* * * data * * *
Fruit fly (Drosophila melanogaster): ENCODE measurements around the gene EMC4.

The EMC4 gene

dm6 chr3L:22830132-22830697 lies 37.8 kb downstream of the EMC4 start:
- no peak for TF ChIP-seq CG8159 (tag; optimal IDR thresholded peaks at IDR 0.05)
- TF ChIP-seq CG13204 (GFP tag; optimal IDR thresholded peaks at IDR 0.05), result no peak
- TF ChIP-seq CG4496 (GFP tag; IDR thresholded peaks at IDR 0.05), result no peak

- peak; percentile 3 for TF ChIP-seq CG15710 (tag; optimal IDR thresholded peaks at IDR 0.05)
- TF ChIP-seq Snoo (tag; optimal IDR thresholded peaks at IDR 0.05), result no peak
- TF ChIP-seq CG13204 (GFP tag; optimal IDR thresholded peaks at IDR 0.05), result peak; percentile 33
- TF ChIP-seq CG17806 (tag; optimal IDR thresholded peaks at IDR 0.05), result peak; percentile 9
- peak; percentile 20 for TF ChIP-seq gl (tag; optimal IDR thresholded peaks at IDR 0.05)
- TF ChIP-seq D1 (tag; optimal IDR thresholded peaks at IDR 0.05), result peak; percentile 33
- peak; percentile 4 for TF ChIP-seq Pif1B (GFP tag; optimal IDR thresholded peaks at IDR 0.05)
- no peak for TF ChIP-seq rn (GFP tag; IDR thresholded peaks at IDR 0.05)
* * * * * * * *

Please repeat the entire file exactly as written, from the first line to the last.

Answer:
Fruit fly (Drosophila melanogaster): ENCODE measurements around the gene EMC4.

The EMC4 gene

dm6 chr3L:22830132-22830697 lies 37.8 kb downstream of the EMC4 start:
- no peak for TF ChIP-seq CG8159 (tag; optimal IDR thresholded peaks at IDR 0.05)
- TF ChIP-seq CG13204 (GFP tag; optimal IDR thresholded peaks at IDR 0.05), result no peak
- TF ChIP-seq CG4496 (GFP tag; IDR thresholded peaks at IDR 0.05), result no peak

- peak; percentile 3 for TF ChIP-seq CG15710 (tag; optimal IDR thresholded peaks at IDR 0.05)
- TF ChIP-seq Snoo (tag; optimal IDR thresholded peaks at IDR 0.05), result no peak
- TF ChIP-seq CG13204 (GFP tag; optimal IDR thresholded peaks at IDR 0.05), result peak; percentile 33
- TF ChIP-seq CG17806 (tag; optimal IDR thresholded peaks at IDR 0.05), result peak; percentile 9
- peak; percentile 20 for TF ChIP-seq gl (tag; optimal IDR thresholded peaks at IDR 0.05)
- TF ChIP-seq D1 (tag; optimal IDR thresholded peaks at IDR 0.05), result peak; percentile 33
- peak; percentile 4 for TF ChIP-seq Pif1B (GFP tag; optimal IDR thresholded peaks at IDR 0.05)
- no peak for TF ChIP-seq rn (GFP tag; IDR thresholded peaks at IDR 0.05)